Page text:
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Pico della Mirandola's De hominis dignitate, circa 1483, was the onset of what would eventually become more than 900 postulates regarding the reality of man, the hunger for knowledge, and the steps that we would have to realize as individuals to connect to who we are, or our "being". Its insistence in the acquisition of knowledge, both physical, psychological, and even ethereal, makes De Hominis nothing short of a Renaissance manifesto of the general frame of mind of such a cognitively heightened period in history. Among the tenets of this oration is that man is a "wonderful" thing:
"A great miracle... is man."
When he deals when the topic of freedom, and free will, Pico quotes the Holy Books referring to the moment Adam was made; he particularly reflects upon the fact that god, as the "Artisan" of the universe, decided to make this particular being separate from all beasts whom, as they leave their mothers' wombs, have but one role to fulfill in this world. Man, however, has been bestowed grace, individuality, and the creativity that comes straight out of his own Maker; this is the free will to act according to the mandates of the heart, mind, and soul. Freedom is, hence, inherent, and blessed by the Higher Power; it is the sign of God's unique love for mankind:
O supreme generosity of God the Father, O highest and most marvelous felicity of man! To him it is granted to have whatever he chooses, to be whatever he wills.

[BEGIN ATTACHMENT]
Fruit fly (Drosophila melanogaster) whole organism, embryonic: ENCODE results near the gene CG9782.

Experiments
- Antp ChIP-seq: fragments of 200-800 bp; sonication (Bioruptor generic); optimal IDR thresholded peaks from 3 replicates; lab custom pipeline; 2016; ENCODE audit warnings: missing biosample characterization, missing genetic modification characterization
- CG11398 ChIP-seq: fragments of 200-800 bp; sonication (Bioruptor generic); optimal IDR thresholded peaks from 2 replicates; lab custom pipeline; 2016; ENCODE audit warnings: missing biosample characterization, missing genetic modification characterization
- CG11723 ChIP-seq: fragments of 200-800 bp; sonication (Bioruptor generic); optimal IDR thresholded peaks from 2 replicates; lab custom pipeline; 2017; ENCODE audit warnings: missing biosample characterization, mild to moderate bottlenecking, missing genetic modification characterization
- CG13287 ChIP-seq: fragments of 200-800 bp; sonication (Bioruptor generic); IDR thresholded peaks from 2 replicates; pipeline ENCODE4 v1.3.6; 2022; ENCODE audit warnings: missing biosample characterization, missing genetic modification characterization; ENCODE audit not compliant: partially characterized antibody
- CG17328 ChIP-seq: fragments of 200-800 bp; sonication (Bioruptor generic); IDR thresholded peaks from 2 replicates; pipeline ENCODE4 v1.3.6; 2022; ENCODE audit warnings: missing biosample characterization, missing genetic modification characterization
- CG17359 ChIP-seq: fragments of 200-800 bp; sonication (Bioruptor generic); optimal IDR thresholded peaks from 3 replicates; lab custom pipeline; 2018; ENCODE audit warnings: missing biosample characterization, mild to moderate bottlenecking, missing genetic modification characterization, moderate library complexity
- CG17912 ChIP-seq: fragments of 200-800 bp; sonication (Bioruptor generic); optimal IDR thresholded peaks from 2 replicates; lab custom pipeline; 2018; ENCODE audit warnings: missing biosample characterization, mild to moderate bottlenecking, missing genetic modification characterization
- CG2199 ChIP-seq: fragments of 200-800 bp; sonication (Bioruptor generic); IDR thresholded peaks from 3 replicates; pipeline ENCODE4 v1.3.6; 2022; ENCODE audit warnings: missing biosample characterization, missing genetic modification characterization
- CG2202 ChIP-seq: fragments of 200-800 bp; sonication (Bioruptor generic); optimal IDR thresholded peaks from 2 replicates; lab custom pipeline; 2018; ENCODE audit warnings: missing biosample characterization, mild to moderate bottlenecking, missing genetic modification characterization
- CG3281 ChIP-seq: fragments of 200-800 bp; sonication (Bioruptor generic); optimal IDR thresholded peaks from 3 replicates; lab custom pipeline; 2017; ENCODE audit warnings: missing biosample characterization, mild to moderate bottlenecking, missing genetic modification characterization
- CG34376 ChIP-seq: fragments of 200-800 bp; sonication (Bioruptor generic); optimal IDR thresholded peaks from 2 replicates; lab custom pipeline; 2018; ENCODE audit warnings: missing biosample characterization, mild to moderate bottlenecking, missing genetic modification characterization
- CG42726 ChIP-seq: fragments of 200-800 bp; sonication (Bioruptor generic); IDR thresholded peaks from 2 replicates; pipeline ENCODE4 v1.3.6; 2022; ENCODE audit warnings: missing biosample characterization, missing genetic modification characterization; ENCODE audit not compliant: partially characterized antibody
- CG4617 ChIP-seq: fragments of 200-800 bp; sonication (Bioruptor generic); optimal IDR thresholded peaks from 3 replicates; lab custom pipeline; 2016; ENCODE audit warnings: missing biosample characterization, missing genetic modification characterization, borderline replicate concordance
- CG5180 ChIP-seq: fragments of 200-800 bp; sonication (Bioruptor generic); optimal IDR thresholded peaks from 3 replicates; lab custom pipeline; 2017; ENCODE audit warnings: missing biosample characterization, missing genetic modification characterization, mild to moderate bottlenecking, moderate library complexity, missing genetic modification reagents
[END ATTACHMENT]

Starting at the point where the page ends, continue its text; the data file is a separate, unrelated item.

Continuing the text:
But freedom does not guarantee happiness. Free will means setting your own goals, acting in your own accord; planting your own seeds. Therefore, with freedom come a lot of consequential responsibilities, because humans ultimately set up their own destiny:
If they be vegetative, he will be like a plant. If sensitive, he will become brutish. If rational, he will grow into a heavenly being. If intellectual, he will be an angel and the son of God.
The most important thing is that all humans have the same right and freedom to be truly happy and feel blessed by their creator; as long as there is good will and a broad way to cultivate the "being", freedom will work miracles in everyone.
And if, happy in the lot of no created thing, he withdraws into the center of his own unity, his spirit, made one with God, in the solitary darkness of God, who is set above all things, shall surpass them all.
Therefore, the free will bestowed upon us by God as a gift to all mankind can propel us to use our freedom for whatever we want. Yet, it is most useful and productive to use the gift of free will to our own advantage, to become better people and to never forget our unique status as children of the "great Artisan" which is God.
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